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Adaptation and environmental change

As a result of adaptation, the distribution of traits in a population can change when conditions change. Created by Khan Academy.

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Video transcript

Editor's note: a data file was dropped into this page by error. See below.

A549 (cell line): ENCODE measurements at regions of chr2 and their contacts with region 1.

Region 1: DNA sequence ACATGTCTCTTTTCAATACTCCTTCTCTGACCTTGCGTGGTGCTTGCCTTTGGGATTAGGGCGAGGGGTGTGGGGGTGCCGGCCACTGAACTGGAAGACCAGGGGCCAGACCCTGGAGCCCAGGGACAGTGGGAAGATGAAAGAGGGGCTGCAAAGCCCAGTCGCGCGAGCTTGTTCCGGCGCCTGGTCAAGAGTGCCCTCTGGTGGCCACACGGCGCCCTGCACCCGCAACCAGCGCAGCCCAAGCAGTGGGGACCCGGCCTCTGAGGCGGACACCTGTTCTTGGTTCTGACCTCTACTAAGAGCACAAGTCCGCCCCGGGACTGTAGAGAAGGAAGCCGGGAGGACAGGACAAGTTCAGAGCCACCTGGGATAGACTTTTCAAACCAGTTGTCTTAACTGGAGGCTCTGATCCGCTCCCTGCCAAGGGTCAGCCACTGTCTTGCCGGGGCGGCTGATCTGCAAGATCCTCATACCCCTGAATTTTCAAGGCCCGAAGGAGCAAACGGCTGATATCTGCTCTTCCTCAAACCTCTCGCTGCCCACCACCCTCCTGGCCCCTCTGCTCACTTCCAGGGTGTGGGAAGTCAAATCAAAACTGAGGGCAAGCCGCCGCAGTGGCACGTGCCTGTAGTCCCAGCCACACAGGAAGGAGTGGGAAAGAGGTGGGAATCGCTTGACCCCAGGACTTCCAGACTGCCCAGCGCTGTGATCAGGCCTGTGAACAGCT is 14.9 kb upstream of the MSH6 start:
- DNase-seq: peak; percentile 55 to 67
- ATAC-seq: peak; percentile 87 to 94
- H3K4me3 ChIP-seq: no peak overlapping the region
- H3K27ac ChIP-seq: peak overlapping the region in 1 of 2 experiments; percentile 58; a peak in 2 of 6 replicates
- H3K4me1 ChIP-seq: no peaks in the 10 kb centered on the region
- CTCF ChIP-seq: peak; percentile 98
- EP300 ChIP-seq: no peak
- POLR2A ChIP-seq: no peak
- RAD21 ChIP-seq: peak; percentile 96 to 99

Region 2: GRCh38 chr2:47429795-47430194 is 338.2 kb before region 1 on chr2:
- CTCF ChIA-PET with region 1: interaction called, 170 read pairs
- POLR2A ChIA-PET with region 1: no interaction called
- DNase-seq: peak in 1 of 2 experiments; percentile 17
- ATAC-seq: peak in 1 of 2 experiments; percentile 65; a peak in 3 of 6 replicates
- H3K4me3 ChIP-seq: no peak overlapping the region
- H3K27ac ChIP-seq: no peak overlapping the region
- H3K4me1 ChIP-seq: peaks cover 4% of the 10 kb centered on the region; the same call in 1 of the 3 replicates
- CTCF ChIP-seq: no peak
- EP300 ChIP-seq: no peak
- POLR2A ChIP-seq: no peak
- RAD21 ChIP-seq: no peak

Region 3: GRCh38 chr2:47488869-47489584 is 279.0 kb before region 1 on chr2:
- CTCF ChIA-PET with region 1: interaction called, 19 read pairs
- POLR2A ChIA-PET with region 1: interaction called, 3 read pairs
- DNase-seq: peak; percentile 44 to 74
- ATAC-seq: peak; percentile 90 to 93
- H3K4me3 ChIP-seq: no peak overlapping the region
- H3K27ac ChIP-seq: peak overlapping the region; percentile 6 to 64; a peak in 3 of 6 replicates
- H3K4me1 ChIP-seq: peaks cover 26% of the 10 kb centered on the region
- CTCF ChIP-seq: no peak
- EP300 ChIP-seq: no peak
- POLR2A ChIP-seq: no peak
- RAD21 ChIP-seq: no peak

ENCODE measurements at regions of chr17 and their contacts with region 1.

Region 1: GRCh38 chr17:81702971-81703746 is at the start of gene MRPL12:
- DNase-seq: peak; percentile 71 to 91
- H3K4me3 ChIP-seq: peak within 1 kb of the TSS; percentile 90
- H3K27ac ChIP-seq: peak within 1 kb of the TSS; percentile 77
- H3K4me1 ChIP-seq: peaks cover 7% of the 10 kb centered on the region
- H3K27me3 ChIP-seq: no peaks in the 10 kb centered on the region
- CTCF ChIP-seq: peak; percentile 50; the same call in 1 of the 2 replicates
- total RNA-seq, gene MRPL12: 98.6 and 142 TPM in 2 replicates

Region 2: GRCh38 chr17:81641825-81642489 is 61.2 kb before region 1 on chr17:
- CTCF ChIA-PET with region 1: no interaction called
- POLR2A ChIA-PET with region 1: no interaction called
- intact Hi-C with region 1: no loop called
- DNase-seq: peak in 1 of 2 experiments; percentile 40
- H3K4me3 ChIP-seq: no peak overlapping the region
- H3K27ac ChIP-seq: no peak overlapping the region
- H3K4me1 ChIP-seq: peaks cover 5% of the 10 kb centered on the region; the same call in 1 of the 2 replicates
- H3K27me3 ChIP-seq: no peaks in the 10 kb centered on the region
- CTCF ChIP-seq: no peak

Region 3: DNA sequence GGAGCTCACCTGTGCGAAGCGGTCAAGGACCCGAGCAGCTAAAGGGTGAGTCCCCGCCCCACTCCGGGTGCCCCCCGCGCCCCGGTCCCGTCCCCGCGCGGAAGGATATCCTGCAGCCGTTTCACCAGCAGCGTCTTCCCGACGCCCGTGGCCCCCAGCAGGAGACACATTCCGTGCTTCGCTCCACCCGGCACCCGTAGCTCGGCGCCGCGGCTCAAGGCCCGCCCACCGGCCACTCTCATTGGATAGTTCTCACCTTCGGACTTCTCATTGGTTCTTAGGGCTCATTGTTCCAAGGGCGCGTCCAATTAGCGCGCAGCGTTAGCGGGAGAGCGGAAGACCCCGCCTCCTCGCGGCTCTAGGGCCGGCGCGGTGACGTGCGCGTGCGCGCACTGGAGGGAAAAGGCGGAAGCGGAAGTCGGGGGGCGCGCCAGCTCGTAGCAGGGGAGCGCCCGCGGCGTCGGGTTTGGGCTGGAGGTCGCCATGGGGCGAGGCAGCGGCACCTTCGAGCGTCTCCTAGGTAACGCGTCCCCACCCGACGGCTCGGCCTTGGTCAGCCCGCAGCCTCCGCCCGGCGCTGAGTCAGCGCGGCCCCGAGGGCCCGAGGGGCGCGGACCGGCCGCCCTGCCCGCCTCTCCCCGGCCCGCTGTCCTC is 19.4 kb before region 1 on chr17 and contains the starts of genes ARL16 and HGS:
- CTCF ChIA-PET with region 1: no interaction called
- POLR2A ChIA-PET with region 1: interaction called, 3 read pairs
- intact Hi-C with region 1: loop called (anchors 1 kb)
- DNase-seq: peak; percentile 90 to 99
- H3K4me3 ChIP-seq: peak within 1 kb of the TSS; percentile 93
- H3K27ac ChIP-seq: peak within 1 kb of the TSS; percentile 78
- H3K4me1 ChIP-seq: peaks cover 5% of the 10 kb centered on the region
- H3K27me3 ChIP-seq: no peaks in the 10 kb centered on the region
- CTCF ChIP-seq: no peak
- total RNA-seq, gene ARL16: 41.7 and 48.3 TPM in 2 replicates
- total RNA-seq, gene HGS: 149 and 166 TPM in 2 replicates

- [Dr. Sammy] Hi, everybody. Dr. Sammy here, your friendly neighborhood entomologist here to talk to you about how adaptation, which is dependent on the environment, responds in contexts of environmental change. Natural selection promotes adaptation in populations. It encourages populations to develop traits that better allow individuals to survive and reproduce. Those adaptations are thus linked to the environment in which they were forged. You can look at a lot of organisms and based on their physical traits and/or their behavior, you can tell what sort of environment their population likely evolved in. So adaptations are products of, and are inextricably connected to, the environment. But what happens when the environment which forges a specific set of adaptations no longer exists in that form? How do populations respond? Well, this happens to actually be a pretty common occurrence on Earth. I wouldn't be surprised if the saying "things change" was first coined by a paleontologist. Studying the history of life on Earth means you'd be well-acquainted with the dogged persistence of change. Well, the good news is the forces that drive natural selection don't just disappear when an environment changes. Because of the persistence of heritable diversity and differential survivorship and reproduction, natural selection is still there to promote new adaptations suited to the new environmental conditions. This means that when the environment changes, the distribution of traits in the population will often change as well. What those changes will ultimately be is based on the adaptations promoted by the previous environment and the pressures presented by the new one. So let's look at some examples so I can make sure you're picking up what I'm putting down. Okay, so in evolutionary biology, we like to discuss three primary shift patterns that can be observed as a result of environmental change: directional selection, disruptive selection, and stabilizing selection. For each of these, I'll show you a graph and tell you a story of the stubbornness and resilience of life, because every graph has a story. And the first of these stories is that of directional selection. The snow vole is a mouse-like mammal that even I, as an admittedly bug-biased scientist, have to admit is pretty cute. These rodents are born at high elevations in the Swiss Alps and researchers have observed something that may seem obvious on its face. Large adult snow voles have better survivorship than smaller adult snow voles. They're more difficult for predators to capture, overpower, and consume. They have greater temperature tolerance and typically more fat stores for a long winter. So historically, that distribution of snow bowls... Bowls. Snow voles (laughing) has been shifted toward the higher end of the adult weight spectrum. However, climate change has led to changes in the snow vole's environment. Snow has been falling earlier and earlier in the Alps, giving the voles less time to actually develop. If the voles haven't reached maturity by the time the winter begins, they typically can't continue their lifecycle. And because larger body sizes require more time to develop, there's a strong, selective pressure against the genes underlying larger body sizes as the environment shifts towards earlier winter onset. This also means that the genes underlying smaller body sizes are favored. So the smallest individuals in the original population likely had the most offspring, and the variation in those offspring likely included some that were even smaller than in the original population. This means that as the smallest individuals in each generation continue to be favored and have the most offspring, the distribution of the population will likely continue to march to the left until it reaches a point where the individuals are too small to do well given the environmental conditions. This shift can be represented by a graph that shows directional selection. Now let's go over the graph one more time to make sure that everything is clear. Here on the X-axis, you'll see the spectrum of average adult body size ranging from the smallest to the largest individuals. Traits are quite frequently on a spectrum, such that some individuals possess a greater or lesser expression and are thus differentially impacted by environmental change. On the Y-axis is the percent of individuals in the population, which allows you to see proportionally how individuals fare by comparison to those of greater or lesser size. The red arrow represents selection pressure, which in this case is imposed by the abiotic factors of weather. When looking at these graphs, you wanna consider who is least able to handle the pressure imposed. It's typically the area of the distribution where you'll see the greatest difference between the population before and after the environmental change. The white arrow then shows which direction the population as a whole is then shifting. Directional selection events are those which favor one extreme while excluding another. However, change itself can be as diverse as the organisms it changes. And thus, you can also get circumstances where selection favors both extremes. This is called disruptive selection. For this example, we look to the pungent world of dung beetles. Some populations of the beetle Onthophagus acuminatus have a bimodaled size distribution where you'll see a large number of large males in addition to a large number of small males with very few representatives of the sizes in between. The large males use their superior size, strength, and horns to fight other males for the opportunity to mate. A male having selected a mate will spend most of his time guarding the entrance to the borough where she dwells, grappling with males of similar size who challenge him for the chance to depose him and mate with her. Medium-sized males don't do well in this context. They can't overcome the larger males. But why then are there small males and why are they so abundant in the population? Well, they've actually got a trick up their sleeves. Instead of trying to fight, they forgo the battle entirely and simply use their diminutive size to sneak past unnoticed. These small males typically lack horns, which leaves them similar in appearance to females, which makes male dung beetles less inclined to engage them in battle. And the little guys further avoid trouble by deftly digging a backdoor entrance into the female beetle's subterranean nesting chamber, such that they rarely have to encounter the large male guarding the front door. This allows them plenty of time to mate before making their exit, ensuring the representation of their sneaky genetics in the gene pool. Disruptive selection selects for both extremes on the spectrum to the exclusion of the moderate trait in the distribution. But there's also a form of selection that is the opposite of disruptive selection. It's called stabilizing selection. Stabilizing selection is observed under circumstances where selection is favoring the moderate set of traits in a distribution to the exclusion of the extremes. For this story, we once again turn to the wondrous class Insecta, where insects have learned to make a home in some of the most ingenious ways possible. In the world of gall flies, life begins when a female gall fly lays an egg in the stem of a suitable host plant. The developing larva induces the plant to form a spherical growth around it called a gall, which protects the developing fly's squishy body and provides it with all the food it needs to reach adulthood, unless a parasitic wasps shows up and attempts to lay eggs on the developing gall fly. If this happens, the developing wasp kills the fly and takes over its living space. This is easiest to do with small galls because the wasp has to stick his thin egg-laying tube through the gall to access the developing fly. A large gall forms enough of a barrier between the gall fly and the wasp's egg-laying tube that it can't quite make it. So this selects for larger galls and would promote directional selection, all the other factors in the environment being equal. But what happens when keen-eyed birds are introduced? Well, large galls become an easy meal for them because they're conspicuous in the environment. This creates a situation where small galls are selected against as are large ones, ensuring that the medium-sized galls are favored. To remember what this distribution looks like, I tell myself that the trait distribution is being stabilized by pressure on both sides. Environmental change can be pretty diverse. Without the incredible adaptive powers of natural selection, our dynamic world would be unsuitable for the unpredictability that is life as we know it.